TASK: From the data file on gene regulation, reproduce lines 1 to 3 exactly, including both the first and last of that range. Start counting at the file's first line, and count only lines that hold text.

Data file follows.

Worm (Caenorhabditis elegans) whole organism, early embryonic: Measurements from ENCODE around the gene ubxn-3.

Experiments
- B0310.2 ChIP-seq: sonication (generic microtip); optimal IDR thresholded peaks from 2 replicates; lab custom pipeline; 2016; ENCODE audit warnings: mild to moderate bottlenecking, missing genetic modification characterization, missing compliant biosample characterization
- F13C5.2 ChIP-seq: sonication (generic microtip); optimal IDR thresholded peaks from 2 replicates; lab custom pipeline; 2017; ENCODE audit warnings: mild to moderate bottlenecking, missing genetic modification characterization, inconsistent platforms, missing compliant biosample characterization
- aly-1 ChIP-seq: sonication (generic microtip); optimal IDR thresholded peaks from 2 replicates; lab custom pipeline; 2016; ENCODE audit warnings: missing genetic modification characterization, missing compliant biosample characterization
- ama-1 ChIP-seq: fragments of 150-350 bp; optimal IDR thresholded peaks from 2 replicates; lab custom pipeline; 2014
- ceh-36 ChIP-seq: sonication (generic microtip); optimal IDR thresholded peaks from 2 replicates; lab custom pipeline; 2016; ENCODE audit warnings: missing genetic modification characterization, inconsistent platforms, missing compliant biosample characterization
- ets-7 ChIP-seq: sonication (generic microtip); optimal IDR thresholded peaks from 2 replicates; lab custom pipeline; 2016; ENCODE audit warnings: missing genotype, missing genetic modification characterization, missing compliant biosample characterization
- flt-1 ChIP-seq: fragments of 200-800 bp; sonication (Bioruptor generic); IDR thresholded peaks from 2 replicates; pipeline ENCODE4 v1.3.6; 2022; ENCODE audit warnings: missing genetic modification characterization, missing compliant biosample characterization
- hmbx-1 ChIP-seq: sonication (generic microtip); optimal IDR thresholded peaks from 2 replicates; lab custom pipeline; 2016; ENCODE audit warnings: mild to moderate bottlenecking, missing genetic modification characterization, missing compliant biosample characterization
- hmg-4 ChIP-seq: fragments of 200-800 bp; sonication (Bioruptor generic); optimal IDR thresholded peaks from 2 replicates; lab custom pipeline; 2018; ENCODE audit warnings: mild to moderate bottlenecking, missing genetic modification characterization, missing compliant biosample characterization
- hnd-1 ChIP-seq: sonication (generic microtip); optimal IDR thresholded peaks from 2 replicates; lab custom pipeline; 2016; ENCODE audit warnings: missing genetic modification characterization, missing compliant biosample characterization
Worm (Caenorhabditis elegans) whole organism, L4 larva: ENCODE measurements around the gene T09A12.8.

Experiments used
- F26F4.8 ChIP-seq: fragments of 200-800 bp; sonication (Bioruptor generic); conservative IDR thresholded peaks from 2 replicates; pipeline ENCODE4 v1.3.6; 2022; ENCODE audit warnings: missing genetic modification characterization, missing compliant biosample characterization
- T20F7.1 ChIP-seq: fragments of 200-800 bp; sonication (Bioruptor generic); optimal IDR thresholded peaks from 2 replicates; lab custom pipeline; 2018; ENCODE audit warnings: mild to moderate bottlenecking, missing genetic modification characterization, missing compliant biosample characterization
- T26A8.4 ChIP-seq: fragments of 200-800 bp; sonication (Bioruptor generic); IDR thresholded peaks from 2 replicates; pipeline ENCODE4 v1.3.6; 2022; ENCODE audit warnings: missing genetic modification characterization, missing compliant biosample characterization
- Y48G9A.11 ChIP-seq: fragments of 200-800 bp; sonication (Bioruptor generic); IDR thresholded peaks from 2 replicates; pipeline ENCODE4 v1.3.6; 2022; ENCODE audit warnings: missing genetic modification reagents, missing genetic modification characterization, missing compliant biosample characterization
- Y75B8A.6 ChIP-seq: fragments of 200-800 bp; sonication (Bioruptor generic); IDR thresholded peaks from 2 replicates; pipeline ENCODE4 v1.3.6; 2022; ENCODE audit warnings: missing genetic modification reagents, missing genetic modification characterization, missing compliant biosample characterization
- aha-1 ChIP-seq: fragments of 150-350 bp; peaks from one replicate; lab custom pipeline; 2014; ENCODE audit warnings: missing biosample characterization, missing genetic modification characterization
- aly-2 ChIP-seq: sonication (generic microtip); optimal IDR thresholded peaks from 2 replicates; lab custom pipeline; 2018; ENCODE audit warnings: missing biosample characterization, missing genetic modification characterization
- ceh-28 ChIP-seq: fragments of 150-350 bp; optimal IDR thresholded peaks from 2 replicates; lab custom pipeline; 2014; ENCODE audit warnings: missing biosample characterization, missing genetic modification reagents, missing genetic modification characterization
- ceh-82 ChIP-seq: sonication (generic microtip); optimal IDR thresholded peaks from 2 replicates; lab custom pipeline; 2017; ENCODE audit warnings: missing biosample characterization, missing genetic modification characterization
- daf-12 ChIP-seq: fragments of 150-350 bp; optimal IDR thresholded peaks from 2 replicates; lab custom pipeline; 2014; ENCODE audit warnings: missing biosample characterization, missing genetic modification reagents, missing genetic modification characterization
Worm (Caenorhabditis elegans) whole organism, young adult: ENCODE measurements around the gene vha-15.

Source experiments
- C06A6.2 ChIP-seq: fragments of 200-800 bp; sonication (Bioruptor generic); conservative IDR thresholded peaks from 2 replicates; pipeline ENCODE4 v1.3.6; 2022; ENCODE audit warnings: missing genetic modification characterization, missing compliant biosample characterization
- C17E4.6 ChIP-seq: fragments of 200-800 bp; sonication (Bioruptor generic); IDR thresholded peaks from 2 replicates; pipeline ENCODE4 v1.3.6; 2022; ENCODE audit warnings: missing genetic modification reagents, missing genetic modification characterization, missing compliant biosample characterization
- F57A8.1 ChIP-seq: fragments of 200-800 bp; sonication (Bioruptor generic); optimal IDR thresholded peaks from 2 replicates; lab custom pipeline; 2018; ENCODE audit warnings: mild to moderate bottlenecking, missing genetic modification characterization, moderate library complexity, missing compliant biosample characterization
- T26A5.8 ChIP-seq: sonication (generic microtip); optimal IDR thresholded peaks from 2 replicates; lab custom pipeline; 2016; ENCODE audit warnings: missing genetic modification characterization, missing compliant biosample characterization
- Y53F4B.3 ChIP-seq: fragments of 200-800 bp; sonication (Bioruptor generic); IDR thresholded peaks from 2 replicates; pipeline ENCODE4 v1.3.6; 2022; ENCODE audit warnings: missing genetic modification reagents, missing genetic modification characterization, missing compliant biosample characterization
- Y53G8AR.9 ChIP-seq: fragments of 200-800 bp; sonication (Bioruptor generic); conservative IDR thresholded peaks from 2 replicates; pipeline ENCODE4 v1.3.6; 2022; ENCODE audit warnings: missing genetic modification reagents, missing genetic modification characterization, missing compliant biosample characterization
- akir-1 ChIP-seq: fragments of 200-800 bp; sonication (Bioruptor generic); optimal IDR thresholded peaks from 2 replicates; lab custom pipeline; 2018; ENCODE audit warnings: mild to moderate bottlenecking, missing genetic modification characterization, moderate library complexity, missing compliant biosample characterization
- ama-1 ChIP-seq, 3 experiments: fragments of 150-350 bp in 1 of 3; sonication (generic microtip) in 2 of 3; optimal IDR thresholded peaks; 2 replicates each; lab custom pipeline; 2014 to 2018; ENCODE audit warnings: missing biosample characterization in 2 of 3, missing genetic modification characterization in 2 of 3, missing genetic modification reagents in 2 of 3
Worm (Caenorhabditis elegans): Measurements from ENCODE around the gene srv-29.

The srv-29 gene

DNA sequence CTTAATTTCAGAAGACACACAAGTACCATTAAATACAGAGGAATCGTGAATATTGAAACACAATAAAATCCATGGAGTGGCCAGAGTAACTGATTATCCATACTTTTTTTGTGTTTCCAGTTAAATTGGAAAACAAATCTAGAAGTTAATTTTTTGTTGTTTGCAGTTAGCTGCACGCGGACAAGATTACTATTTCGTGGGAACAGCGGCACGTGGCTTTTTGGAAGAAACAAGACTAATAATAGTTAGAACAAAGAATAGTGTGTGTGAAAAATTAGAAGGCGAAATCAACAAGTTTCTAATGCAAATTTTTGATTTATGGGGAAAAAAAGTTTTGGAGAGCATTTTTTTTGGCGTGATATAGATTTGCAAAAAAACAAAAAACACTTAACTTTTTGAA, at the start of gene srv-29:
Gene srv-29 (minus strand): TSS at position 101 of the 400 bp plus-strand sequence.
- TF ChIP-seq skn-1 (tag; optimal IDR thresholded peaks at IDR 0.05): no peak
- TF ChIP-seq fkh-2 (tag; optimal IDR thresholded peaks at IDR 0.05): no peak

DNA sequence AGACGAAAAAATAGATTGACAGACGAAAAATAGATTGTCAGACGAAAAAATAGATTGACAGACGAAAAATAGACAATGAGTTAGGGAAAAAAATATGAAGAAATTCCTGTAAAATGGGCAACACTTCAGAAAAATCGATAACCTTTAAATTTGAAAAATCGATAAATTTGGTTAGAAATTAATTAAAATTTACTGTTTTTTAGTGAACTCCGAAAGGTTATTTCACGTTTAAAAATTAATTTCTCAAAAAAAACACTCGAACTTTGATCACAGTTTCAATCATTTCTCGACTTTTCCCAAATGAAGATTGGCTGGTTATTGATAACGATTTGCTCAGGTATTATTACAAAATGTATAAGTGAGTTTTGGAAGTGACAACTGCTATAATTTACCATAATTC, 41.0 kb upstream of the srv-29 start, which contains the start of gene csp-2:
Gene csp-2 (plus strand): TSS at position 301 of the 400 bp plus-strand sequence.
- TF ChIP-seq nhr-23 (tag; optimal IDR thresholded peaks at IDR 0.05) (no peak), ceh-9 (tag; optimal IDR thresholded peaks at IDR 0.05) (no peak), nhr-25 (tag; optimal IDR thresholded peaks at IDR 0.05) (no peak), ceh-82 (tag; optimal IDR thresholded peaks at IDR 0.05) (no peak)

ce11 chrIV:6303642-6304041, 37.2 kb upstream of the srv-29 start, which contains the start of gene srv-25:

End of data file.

Worm (Caenorhabditis elegans) whole organism, early embryonic: Measurements from ENCODE around the gene ubxn-3.

Experiments
- B0310.2 ChIP-seq: sonication (generic microtip); optimal IDR thresholded peaks from 2 replicates; lab custom pipeline; 2016; ENCODE audit warnings: mild to moderate bottlenecking, missing genetic modification characterization, missing compliant biosample characterization